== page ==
Recently I happened to hear three different people talking about three different things, yet they all seemed to be conveying the same underlying message. Basically, each different message stated that, to do something correctly, you really need to understand why you are doing it. You must understand the context of what you are doing as we are constantly adjusting and making decisions. If we do not understand the context, we are much more likely to make incorrect assumptions and decisions along the way leading us to a suboptimal outcome.
I recently attended the Practical Product Management seminar given by Pragmatic Marketing (a great course that I highly recommend for anyone involved in the process of determining product direction). The course is based off of their Pragmatic Marketing Framework which lists all the activities associated with product management, but basically says that defining market problems is the cornerstone of product management. After all, if your product is not effectively solving a problem that your target market is experiencing, you probably won’t sell much product. This seminar is typically followed up with their Requirements That Work seminar which puts emphasis on writing requirements that define market problems, not specifications for solutions to problems or even worse, specifications to things that we haven’t even tied to a problem. Putting this emphasis on the market problem ensures that the context of the problem flows throughout the development lifecycle. Everyone that works on that requirement will understand the problem and have that context because it is documented right there, front and center.
Mark Needham recently wrote a post on his blog entitled Writing off a badly executed process. In this post Mark describes a post he read in which someone had a bad experience with pair programming and has thus more or less written it off as a poor process.
Something that I’ve noticed that I do too frequently is seeing a practice being executed in a sub optimal way and coming to the conclusion that there’s a problem with the practice itself.
After giving several good examples of the above, he comes to the following conclusion…
I’m coming to the conclusion that it would be more effective to look at the goal the practice is trying to achieve first and see if we can change the way we’re executing the practice to achieve what we want.
This is a very keen observation. If you don’t understand that goal of a practice, how do you really know if it will help you or not? If a practice is meant to solve a certain problem and you aren’t experiencing that problem, then the practice probably won’t help. Also, if we don’t understand what the practice is supposed to help with, we may make assumptions and decisions that conflict with that goal and thus not get the most out of the practice. We must understand the context of the practice.
In my last post I talked about a few ideas from a presentation entitled Does Your Code Tell a Story given by Alan Stevens. One of the thoughts that Alan discussed that I didn’t cover in my last post was to document intent. He brought this up when discussing a quote about writing from Brenda Ueland, “Be bold, be free, be truthful”. He pointed out that to be truthful in coding, we need to document intent. What he was really talking about was ensuring the comments in our code provide context to the next person who will be reading it. Don’t just document the technical details of what a class, function, or block of code is doing, but ensure to document why and the context in which it is expected to run. This can provide a lot of useful information. If you have a function that you are writing to be used in a given context, state that so that when a developer is looking for very similar functionality to be used in a different context, she will know right away that this function was not written with that context in mind. Does it mean she can’t use it? Of course not. But it does give her some context and maybe a heads up on some issues she could have with it. It will also help her if she decides she wants to make some changes to that function as she will know the original context for which it was written and account for that.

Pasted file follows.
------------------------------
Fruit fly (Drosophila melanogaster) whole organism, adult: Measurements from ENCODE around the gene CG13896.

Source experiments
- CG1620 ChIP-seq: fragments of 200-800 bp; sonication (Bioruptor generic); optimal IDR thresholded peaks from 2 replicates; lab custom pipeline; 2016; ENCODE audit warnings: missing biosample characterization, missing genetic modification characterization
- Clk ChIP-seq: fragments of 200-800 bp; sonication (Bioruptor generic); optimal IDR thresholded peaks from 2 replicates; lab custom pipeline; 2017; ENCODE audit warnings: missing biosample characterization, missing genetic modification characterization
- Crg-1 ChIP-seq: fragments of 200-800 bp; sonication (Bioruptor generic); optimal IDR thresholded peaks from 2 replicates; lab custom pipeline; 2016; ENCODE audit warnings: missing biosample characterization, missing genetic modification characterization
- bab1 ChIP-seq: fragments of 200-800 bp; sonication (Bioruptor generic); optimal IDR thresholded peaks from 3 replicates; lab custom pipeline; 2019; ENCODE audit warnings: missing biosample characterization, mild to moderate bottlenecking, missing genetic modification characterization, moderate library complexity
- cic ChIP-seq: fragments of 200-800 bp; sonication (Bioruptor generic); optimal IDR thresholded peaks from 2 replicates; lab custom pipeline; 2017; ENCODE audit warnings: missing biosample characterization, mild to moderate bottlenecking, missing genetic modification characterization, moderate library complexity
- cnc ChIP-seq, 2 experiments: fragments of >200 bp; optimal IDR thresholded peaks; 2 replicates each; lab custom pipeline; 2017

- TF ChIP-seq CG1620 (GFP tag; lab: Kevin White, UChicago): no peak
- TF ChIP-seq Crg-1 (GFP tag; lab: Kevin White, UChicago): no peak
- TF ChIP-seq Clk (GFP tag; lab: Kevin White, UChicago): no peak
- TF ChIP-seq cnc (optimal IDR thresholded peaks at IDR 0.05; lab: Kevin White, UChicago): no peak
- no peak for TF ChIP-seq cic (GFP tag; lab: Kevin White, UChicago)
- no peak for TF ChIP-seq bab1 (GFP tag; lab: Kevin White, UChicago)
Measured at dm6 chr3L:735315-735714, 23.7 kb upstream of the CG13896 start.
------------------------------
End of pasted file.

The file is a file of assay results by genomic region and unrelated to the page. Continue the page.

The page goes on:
Not only that, but let’s say it’s time for peer review and your peer is looking over that function. He is having trouble following it and senses there is an issue. If he can see the intent, the context, right at the beginning it could greatly help him out. “Oh, that’s what you’re trying to do…why don’t you try it this way?” Alan compared this to military plans. Every plan includes a section at the beginning documenting the commander’s intent, what is the purpose of the operation and the desired end state. Are we trying to take over the fort or simply blockade the opponent inside? Everyone knows that as the battle unfolds the details of the plan may need to change, but they all know and understand the commander’s intent, the context. Our code can evolve in much the same way and having that intent clearly documented will help identify if the code is still satisfying the intent during that evolution.
I have always been a big advocate of understanding your context for many of the reasons pointed out above, so it was nice to hear this same message from three different places all around the same time. Bottom line is, if we don’t understand why we are doing something, be it implementing a feature, trying a new practice/process, or writing a block of code, there is a decent chance we will make some incorrect assumptions along the way leading to a suboptimal outcome. We can avoid that suboptimal outcome by simply taking a little extra time up front to ensure we have context and understand the why.